Over this pain-worn head;
Quench not the beam that gives calm to his brow.

Look, O my lord, to thy path,
Either to go or to stay:
How is my thought to proceed?
What is our cause for delay?
Look! Opportunity’s power,
Fitting the task to the hour,
Giveth the race to the swift.

Neo. He hears not. But I see that to have ta’en
His bow without him were a bootless gain.
He must sail with us. So the god hath said.
Heaven hath decreed this garland for his head:
And to have failed with falsehood were a meed
Of shameful soilure for a shameless deed.

Ch. God shall determine the end:— 2
But for thine answer, friend,
Waft soft words low!
All sick men’s sleep, we know,
Hath open eye;
Their quickly ruffling mind
Quivers in lightest wind,
Sleepless in slumber new danger to spy.

Think, O my lord, of thy path,
Secretly look forth afar,
What wilt thou do for thy need?
How with the wise wilt thou care?
If toward the nameless thy heart
Chooseth this merciful part,
Huge are the dangers that drift.

The wind is fair, my son, the wind is fair,
The man is dark and helpless, stretched in night.
(O kind, warm sleep that calmest human care!)
Powerless of hand and foot and ear and sight,
Blind, as one lying in the house of death.
(Think well if here thou utterest timely breath.)
This, O my son, is all my thought can find,
Best are the toils that without frightening bind.

Neo. Hush! One word more were madness. He revives.
His eye hath motion. He uplifts his head.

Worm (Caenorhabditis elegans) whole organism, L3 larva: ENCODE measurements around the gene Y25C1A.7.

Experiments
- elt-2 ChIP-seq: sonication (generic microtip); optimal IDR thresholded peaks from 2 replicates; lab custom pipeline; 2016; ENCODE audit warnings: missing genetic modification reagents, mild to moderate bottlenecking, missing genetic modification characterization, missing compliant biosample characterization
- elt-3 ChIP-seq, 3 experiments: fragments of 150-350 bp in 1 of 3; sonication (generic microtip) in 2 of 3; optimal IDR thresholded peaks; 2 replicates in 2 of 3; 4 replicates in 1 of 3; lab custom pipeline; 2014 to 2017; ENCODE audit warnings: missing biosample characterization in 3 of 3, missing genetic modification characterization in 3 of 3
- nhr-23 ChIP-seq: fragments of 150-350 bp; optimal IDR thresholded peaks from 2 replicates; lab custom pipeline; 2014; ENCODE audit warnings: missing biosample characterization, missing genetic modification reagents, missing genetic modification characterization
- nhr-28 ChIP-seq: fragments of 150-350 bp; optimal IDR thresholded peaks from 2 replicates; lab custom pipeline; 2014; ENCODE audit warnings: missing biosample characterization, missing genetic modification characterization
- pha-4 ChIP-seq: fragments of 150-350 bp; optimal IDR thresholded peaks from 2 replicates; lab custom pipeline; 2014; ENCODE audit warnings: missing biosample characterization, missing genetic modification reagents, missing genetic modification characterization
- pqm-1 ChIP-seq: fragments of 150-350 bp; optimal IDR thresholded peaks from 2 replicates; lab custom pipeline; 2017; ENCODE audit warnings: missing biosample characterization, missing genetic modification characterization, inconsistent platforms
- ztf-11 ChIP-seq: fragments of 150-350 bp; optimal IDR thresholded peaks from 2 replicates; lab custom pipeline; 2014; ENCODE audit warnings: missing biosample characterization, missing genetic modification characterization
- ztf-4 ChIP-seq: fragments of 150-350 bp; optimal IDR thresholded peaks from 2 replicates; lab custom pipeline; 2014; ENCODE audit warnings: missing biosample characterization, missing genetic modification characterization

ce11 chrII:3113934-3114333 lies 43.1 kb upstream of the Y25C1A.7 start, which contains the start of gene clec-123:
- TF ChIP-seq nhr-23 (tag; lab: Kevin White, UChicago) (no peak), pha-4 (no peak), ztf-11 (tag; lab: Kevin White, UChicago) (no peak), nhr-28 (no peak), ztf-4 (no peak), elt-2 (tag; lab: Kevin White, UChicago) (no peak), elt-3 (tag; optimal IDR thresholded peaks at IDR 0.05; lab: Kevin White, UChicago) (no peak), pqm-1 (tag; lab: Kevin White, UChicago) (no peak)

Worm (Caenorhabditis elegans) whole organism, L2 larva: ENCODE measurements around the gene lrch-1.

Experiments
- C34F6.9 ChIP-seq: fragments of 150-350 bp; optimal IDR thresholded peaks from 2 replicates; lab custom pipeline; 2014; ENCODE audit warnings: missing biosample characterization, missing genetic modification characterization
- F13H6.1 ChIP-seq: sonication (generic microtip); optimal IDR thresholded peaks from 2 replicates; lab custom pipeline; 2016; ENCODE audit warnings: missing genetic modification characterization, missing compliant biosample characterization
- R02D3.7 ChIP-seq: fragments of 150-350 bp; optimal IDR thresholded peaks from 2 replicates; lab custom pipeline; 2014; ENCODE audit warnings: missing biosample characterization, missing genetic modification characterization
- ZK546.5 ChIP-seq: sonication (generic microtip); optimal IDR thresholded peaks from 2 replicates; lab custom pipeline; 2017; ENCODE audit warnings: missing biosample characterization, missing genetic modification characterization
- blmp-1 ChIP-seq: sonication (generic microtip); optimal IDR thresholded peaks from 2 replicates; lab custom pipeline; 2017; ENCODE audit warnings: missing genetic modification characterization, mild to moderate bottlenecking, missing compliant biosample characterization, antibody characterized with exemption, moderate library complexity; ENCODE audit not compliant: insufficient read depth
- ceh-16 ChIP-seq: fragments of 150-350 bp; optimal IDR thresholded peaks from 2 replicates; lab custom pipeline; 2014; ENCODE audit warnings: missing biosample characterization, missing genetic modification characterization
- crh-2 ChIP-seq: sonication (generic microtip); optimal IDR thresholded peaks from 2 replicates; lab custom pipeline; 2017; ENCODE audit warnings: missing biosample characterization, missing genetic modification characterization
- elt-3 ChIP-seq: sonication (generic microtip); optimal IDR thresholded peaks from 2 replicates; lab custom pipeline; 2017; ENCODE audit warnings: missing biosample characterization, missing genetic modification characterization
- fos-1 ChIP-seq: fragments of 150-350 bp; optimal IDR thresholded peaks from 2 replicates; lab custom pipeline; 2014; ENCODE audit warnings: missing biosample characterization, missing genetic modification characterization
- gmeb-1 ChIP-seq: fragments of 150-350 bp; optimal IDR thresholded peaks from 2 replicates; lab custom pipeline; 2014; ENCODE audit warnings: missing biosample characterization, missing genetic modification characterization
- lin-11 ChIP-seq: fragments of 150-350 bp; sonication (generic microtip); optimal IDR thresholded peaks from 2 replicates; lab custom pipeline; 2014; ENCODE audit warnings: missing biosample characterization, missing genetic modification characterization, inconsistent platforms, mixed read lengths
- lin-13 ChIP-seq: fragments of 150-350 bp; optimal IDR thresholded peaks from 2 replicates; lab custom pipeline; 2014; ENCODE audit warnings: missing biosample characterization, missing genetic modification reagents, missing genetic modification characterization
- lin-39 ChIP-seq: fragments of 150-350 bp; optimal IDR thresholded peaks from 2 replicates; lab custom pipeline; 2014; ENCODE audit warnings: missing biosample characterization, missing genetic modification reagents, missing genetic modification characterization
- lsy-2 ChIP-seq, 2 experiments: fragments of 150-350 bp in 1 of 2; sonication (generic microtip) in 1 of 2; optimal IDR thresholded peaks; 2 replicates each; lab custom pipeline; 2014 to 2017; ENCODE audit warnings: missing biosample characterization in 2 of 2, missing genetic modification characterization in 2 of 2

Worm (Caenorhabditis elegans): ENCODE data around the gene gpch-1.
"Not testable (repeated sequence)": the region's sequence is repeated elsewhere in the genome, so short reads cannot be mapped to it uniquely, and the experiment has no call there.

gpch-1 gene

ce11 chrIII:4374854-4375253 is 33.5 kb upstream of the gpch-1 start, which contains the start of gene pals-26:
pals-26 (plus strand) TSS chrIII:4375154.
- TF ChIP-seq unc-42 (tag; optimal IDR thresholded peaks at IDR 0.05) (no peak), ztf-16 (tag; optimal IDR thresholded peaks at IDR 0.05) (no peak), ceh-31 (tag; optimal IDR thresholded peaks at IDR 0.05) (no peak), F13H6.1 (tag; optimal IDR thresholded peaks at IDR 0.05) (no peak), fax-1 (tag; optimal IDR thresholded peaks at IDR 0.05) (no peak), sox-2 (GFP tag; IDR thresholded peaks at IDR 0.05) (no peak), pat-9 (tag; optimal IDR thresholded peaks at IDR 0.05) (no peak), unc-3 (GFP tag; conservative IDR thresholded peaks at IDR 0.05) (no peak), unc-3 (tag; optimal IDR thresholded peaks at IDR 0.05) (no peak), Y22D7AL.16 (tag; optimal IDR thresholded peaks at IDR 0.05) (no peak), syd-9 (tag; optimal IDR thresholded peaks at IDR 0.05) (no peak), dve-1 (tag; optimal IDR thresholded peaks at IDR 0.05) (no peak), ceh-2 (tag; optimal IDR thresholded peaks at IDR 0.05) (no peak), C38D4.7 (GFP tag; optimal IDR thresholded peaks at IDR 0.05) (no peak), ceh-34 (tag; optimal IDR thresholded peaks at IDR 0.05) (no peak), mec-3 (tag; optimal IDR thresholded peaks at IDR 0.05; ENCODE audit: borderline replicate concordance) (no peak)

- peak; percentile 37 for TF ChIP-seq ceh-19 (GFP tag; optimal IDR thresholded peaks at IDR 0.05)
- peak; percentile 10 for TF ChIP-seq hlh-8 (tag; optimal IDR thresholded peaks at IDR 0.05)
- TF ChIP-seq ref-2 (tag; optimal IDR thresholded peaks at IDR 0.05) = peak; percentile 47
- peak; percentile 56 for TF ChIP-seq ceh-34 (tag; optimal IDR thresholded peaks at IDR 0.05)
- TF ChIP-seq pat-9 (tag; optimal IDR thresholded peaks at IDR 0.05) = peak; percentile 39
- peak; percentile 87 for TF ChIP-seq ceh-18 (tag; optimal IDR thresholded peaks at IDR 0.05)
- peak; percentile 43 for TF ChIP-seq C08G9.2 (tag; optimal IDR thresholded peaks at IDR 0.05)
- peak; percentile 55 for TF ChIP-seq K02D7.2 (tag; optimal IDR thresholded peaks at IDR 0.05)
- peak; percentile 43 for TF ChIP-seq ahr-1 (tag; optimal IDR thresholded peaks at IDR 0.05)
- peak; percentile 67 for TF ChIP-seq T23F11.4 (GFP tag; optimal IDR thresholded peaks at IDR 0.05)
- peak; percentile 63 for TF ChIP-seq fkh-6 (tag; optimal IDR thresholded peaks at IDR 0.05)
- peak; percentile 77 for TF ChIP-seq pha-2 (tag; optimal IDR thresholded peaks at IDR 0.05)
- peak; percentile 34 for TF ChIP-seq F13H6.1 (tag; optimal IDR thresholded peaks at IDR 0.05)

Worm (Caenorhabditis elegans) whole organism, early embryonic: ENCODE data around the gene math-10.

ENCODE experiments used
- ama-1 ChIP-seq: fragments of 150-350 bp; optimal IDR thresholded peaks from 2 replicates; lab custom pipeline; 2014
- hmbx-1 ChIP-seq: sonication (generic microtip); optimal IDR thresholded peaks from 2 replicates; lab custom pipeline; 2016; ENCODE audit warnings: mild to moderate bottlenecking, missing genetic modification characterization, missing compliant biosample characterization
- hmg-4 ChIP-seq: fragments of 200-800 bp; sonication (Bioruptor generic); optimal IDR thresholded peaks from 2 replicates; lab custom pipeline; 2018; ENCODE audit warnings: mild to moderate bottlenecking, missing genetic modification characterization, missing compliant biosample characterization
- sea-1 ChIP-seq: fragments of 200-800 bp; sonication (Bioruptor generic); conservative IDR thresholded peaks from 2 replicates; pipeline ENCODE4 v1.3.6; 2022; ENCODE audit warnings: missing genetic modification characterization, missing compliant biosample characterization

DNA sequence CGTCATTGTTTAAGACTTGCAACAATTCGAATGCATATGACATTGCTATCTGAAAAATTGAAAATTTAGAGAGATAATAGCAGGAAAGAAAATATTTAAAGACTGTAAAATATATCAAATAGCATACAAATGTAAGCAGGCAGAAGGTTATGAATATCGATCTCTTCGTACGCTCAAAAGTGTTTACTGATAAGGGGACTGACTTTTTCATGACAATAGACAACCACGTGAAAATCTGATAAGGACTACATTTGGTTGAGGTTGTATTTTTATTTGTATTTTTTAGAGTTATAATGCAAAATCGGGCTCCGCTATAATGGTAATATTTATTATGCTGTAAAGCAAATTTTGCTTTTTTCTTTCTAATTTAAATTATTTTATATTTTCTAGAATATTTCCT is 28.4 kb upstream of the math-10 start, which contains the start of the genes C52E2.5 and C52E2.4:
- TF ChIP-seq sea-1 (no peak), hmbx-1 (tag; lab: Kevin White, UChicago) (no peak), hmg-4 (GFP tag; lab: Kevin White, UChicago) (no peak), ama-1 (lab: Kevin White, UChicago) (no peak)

Phi. Fair daylight following sleep, and ye, dear friends,
Faithful beyond all hope in tending me!
I never could have dreamed that thou, dear youth,
Couldst thus have borne my sufferings and stood near
So full of pity to relieve my pain.
Not so the worthy generals of the host;—
This princely patience was not theirs to show.
Only thy noble nature, nobly sprung,
Made light of all the trouble, though oppressed
With fetid odours and unceasing cries.
And now, since this my plague would seem to yield
Some pause and brief forgetfulness of pain,
With thine own hand, my son, upraise me here,
And set me on my feet, that, when my strength
After exhaustion shall return again,
We may move shoreward and launch forth with speed.

Neo. I feel unhoped-for gladness when I see
Thy painless gaze, and hear thy living breath,
For thine appearance and surroundings both
Were deathlike. But arise! Or, if thou wilt,
These men shall raise thee. For they will not shrink
From toil which thou and I at once enjoin.

Phi. Right, right, my son! But lift me thine own self,
As I am sure thou meanest. Let these be,
Lest they be burdened with the noisome smell
Before the time. Enough for them to bear
The trouble on board.

Neo. I will; stand up, endure!

Phi. Fear not. Old habit will enable me.

Neo. O me!
What shall I do? Now ’tis my. turn to exclaim!

Phi. What canst thou mean? What change is here, my son?

Neo. I know not how to shift the troublous word.
’Tis hopeless.

Phi. What is hopeless? Speak not so,
Dear child!

Neo. But so my wretched lot hath fallen.

Phi. Ah! Can it be, the offence of my disease
Hath moved thee not to take me now on board?

Neo. All is offence to one who hath forced himself